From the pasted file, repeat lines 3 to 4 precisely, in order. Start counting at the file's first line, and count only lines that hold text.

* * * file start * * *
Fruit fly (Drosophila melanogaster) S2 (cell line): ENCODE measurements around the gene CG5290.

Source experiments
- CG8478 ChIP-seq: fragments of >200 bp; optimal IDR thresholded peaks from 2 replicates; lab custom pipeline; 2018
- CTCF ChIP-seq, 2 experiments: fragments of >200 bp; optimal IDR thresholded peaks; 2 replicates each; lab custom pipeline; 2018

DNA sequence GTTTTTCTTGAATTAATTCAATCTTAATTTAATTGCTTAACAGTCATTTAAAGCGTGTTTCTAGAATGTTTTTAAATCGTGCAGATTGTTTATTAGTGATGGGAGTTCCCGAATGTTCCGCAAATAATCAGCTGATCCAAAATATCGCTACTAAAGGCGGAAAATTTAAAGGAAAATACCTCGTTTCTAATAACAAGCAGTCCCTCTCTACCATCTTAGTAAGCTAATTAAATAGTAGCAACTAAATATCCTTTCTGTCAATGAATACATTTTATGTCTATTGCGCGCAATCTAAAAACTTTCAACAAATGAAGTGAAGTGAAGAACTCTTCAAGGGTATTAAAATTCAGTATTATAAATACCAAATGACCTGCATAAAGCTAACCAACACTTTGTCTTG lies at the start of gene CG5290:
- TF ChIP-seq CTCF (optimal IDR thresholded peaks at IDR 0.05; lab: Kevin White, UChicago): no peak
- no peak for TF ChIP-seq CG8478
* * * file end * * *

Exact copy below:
- CG8478 ChIP-seq: fragments of >200 bp; optimal IDR thresholded peaks from 2 replicates; lab custom pipeline; 2018
- CTCF ChIP-seq, 2 experiments: fragments of >200 bp; optimal IDR thresholded peaks; 2 replicates each; lab custom pipeline; 2018